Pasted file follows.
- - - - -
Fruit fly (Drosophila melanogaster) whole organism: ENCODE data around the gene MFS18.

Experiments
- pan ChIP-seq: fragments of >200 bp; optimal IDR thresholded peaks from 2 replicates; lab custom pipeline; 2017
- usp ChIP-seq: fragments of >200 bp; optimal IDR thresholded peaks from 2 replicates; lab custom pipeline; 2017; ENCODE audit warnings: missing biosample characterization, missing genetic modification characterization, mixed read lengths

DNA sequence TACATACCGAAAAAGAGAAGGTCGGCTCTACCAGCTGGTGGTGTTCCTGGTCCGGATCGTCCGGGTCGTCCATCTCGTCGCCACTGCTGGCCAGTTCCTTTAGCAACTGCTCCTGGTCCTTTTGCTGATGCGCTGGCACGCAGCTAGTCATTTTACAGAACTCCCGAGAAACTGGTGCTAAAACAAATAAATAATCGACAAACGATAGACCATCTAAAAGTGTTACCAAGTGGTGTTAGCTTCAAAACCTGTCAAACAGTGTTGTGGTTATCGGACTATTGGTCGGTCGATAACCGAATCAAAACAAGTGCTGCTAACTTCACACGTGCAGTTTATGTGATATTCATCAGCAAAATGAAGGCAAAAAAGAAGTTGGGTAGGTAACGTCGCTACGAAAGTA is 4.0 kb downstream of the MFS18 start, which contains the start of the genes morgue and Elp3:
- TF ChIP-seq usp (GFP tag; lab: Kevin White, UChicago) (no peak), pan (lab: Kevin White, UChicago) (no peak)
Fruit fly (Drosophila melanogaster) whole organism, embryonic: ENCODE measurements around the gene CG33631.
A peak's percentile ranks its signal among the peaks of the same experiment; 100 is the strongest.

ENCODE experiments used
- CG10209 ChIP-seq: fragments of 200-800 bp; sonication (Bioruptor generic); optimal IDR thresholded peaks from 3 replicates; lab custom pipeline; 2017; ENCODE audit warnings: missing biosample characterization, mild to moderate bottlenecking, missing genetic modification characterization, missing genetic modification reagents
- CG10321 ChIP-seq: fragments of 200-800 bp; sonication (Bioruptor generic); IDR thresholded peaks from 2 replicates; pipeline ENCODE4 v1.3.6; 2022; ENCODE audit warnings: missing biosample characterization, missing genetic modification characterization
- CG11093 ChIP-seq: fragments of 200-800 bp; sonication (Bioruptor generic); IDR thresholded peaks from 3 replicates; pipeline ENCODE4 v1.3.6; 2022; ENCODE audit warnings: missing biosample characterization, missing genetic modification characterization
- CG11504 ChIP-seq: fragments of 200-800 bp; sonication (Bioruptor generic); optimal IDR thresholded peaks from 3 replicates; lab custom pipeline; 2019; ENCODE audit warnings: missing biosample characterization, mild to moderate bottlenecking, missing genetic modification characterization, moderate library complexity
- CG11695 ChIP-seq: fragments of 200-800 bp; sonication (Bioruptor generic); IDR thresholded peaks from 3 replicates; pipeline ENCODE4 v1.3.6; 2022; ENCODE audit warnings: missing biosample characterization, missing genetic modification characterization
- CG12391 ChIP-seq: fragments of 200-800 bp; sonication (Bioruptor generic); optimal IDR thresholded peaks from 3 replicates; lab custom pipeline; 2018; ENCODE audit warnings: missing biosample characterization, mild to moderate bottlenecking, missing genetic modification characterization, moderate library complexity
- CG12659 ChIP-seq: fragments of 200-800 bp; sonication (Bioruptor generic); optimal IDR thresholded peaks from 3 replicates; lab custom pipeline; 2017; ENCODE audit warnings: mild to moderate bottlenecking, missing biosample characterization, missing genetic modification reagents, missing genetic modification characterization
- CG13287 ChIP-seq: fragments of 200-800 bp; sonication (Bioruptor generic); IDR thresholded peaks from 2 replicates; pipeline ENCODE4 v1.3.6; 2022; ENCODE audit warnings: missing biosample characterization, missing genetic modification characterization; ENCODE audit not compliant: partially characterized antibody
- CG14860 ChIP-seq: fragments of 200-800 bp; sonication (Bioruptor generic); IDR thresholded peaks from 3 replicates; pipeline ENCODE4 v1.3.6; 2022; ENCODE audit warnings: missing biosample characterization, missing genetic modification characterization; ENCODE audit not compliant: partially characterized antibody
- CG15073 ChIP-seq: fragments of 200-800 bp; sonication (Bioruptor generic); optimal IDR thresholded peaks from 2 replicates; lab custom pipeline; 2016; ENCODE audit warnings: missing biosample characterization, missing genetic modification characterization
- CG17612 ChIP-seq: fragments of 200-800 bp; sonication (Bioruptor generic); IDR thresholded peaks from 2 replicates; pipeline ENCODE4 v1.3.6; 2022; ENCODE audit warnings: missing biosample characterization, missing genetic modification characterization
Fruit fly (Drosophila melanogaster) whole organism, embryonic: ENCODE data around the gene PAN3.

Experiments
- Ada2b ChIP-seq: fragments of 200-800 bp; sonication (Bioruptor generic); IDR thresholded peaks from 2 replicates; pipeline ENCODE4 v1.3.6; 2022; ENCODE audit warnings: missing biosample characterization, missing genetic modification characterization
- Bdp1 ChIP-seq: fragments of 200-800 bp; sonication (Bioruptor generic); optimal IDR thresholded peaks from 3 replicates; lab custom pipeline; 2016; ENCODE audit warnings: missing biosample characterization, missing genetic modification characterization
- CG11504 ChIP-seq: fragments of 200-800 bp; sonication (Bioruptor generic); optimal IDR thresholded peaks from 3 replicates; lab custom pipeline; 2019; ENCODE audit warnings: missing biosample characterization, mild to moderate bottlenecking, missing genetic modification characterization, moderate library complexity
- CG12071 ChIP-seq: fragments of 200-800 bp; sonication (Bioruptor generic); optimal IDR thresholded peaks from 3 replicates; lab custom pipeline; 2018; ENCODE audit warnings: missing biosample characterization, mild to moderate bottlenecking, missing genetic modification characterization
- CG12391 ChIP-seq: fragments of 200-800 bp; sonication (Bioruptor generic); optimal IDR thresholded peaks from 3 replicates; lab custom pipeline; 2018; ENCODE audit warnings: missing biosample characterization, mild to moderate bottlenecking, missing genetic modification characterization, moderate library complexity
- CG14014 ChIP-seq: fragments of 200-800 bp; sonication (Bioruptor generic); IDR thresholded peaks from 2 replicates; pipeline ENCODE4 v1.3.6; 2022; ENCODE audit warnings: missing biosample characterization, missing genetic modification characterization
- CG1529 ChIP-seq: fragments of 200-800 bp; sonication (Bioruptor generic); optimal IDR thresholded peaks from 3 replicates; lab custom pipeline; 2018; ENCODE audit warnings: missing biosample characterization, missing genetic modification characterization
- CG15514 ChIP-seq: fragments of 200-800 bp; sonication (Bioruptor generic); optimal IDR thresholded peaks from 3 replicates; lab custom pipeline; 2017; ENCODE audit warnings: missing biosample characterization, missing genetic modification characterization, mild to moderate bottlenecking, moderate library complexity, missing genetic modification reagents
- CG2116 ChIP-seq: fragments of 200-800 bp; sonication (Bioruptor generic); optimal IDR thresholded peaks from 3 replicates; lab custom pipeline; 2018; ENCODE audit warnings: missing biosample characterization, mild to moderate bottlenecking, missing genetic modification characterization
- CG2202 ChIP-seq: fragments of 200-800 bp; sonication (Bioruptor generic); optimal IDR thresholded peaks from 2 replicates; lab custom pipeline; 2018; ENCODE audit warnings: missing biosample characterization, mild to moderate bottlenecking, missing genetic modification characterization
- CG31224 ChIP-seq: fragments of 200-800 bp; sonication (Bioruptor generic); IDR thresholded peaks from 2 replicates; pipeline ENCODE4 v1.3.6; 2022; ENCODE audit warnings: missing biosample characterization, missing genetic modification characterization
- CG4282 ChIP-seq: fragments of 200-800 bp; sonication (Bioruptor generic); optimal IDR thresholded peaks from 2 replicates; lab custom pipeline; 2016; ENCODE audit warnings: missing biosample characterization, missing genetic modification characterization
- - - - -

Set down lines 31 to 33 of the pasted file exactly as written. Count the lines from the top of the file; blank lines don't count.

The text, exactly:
- CG2116 ChIP-seq: fragments of 200-800 bp; sonication (Bioruptor generic); optimal IDR thresholded peaks from 3 replicates; lab custom pipeline; 2018; ENCODE audit warnings: missing biosample characterization, mild to moderate bottlenecking, missing genetic modification characterization
- CG2202 ChIP-seq: fragments of 200-800 bp; sonication (Bioruptor generic); optimal IDR thresholded peaks from 2 replicates; lab custom pipeline; 2018; ENCODE audit warnings: missing biosample characterization, mild to moderate bottlenecking, missing genetic modification characterization
- CG31224 ChIP-seq: fragments of 200-800 bp; sonication (Bioruptor generic); IDR thresholded peaks from 2 replicates; pipeline ENCODE4 v1.3.6; 2022; ENCODE audit warnings: missing biosample characterization, missing genetic modification characterization